According to Marvell, the chips are ideal for massive MIMO radios that rely on large antenna arrays to send radio signals in concentrated jets to different devices at the same time, instead of blanketing the area in a wide cone like a floodlight. The Octeon Fusion-O also brings the compute power needed for the underlying beamforming technology, which helps bolster the overall throughput and speed of 5G.

Marvell also rolled out a reference design for an advanced 5G radio solution it designed with Analog Devices. The RU integrates Marvell's Octeon Fusion-O with Analog Devices' RF CMOS technology.

The Silicon Valley-based company plans to roll out the Octeon Fusion-O family of chips as standalone parts for base stations that use Open RAN technology to separate the RU and DU. Marvell also plans to offer them as accelerator cards that slot into off-the-shelf servers that can be located a long distance from the base station’s radio heads to offload core network functions.

Marvell said the Octeon Fusion-O chips are used to perform physical layer (PHY)—called Layer 1—protocols in real time in the radio and baseband portions of 5G telecom gear. The company also sells its Octeon TX processors to handle networking chores—Layer 2 and Layer 3 protocols—that coordinate data transfers between nodes on the same 5G network and from network to network.

Marvell said Octeon is one of the industry's leading data processing units (DPUs), with up to 36 Arm 64-bit CPU cores with programmable accelerator blocks that can deliver up to 200-Gbps of throughput.

Marvell is trying to take on the likes of Intel and Qualcomm—and indirectly, the proprietary chips of base station vendors—in the arms race for 5G base station chips. Qualcomm, the world's largest vendor of smartphone modems, plans to start supplying its first generation of 5G RAN silicon by 2022. Intel has ambitions to become the global leader with 40% market share by the end of 2021.

Marvell said its Open RAN platform provides a purpose-built, highly programmable solution to address the capacity, power, cost, and time-to-market challenges presented by current 5G architectures. Today, telecom manufacturers use FPGA- or GPU-based PHY acceleration to build and test out 5G base stations. But according to Marvell, these solutions come with cost and power compromises.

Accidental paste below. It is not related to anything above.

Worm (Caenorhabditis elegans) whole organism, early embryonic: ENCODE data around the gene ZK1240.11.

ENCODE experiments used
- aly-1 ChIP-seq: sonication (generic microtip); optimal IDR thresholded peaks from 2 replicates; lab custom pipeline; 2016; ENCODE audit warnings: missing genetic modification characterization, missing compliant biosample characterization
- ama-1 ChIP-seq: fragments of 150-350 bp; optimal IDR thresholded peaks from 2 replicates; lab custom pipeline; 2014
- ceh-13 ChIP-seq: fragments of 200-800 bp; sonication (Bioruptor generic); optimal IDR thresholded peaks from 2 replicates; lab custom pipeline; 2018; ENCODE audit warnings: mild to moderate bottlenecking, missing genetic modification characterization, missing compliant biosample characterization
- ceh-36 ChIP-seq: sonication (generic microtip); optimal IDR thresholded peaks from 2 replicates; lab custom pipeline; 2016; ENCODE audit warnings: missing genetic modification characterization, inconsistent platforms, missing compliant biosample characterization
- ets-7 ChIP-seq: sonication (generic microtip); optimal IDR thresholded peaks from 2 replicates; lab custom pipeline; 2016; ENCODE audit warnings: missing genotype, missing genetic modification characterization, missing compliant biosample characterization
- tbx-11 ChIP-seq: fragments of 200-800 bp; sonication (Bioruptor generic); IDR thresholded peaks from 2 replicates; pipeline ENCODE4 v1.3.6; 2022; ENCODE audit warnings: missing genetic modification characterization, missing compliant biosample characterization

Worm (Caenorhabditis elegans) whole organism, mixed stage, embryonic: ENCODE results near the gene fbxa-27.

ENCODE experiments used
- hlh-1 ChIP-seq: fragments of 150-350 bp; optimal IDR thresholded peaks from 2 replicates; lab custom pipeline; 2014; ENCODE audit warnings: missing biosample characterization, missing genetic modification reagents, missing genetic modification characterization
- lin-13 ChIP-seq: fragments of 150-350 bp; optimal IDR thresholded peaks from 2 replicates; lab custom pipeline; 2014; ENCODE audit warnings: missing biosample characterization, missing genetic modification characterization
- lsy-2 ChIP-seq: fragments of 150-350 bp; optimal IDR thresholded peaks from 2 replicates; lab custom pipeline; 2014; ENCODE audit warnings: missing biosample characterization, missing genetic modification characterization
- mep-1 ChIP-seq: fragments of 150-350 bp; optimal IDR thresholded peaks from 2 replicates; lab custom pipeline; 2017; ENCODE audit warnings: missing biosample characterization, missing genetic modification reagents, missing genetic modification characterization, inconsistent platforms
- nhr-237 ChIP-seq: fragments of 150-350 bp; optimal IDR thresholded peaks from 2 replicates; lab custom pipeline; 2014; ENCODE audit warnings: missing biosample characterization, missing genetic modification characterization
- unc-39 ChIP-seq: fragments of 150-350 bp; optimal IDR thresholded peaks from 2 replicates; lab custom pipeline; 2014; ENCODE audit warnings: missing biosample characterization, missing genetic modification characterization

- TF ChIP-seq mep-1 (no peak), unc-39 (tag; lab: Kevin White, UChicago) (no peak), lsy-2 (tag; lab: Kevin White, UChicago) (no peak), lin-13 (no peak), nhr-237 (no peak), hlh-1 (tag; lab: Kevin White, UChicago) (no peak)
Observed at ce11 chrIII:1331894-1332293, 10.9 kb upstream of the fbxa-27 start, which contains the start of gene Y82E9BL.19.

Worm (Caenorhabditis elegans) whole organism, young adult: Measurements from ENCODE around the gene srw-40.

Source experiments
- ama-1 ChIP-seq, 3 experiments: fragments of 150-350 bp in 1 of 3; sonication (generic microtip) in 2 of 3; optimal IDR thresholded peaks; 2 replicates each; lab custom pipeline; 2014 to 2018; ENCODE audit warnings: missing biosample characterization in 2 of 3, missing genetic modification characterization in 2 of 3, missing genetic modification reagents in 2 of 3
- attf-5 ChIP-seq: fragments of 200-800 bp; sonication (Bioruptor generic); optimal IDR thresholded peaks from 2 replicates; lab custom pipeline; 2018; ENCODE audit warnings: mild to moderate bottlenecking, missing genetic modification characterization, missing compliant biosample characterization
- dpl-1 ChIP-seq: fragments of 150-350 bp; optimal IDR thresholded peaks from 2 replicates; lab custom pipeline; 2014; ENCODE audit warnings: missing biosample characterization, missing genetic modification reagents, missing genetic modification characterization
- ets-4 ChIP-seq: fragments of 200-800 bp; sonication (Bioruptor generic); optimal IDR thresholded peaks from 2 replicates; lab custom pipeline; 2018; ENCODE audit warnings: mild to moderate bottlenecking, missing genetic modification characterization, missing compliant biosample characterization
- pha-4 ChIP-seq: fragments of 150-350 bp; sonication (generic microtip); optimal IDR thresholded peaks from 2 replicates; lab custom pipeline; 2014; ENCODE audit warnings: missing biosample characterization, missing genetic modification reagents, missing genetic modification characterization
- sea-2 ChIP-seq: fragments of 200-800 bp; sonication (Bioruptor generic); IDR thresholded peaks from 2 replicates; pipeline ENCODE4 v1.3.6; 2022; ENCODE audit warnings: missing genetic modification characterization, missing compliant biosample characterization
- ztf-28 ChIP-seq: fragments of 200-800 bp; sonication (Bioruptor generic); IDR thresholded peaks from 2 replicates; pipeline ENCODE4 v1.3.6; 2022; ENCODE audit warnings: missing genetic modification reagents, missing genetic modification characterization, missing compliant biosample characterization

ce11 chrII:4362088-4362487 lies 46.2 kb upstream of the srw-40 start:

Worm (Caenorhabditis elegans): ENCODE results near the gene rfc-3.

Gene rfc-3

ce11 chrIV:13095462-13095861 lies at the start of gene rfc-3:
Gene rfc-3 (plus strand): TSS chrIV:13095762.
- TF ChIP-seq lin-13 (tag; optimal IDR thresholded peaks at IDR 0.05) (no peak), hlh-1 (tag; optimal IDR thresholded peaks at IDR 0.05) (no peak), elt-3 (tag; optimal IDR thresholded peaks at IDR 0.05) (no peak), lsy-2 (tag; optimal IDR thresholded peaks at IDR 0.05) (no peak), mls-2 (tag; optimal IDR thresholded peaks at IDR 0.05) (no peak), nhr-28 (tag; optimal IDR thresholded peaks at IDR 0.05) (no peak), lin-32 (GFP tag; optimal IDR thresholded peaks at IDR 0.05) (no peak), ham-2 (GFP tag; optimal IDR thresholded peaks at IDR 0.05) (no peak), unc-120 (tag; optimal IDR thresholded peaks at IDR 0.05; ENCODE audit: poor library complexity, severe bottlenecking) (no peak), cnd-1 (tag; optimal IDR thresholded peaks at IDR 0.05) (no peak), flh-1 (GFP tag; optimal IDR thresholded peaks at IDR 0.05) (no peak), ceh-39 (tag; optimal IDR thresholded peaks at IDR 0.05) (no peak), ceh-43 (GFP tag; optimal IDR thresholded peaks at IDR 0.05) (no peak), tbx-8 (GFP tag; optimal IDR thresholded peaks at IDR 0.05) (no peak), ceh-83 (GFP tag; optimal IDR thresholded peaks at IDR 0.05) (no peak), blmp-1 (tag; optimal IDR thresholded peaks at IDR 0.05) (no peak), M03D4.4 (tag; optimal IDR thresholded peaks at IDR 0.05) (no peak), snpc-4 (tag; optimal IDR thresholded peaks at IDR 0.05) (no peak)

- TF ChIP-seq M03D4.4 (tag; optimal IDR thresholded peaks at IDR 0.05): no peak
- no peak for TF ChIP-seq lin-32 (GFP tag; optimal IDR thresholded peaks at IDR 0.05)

Additionally, the company also rolled out a new Ethernet switch chip, the Prestera DX 7300, that is designed to be used as a component of disaggregated 5G O-RAN systems and reference designs.

The O-RAN standard uses software to guarantee all the components can work together, mirroring so-called "white box" systems used in software-defined networks that dominate cloud data centers. The strategy is to replace the proprietary equipment used in the sprawling networks in data centers with cheap, commodity gear. That helped reduce costs for cloud providers and other technology giants.

Open radio access network hardware is projected to be 10% of the total 5G infrastructure market and account for around $5 billion in global sales by 2025, according to market research firm Dell Oro Group.

“Marvell has long been a leading supplier of RAN technology to telecom OEMs,” said Earl J. Lum, technology analyst at EJL Wireless Research, in a statement. “Whether Open RAN or traditional integrated RAN, the processing requirements never change, it is just a matter of where all the processing occurs as the RAN becomes disaggregated, virtualized and more open," he said.

Marvell said that development kits for its new O-RAN platform would be available in early 2021.

About the Author

James Morra | Senior Staff Editor

James Morra is a senior staff editor for Electronic Design, where he covers the semiconductor industry and new technology trends. He also reports on the business behind electrical engineering, including the electronics supply chain. He joined Electronic Design in 2015 and is based in Austin, Texas.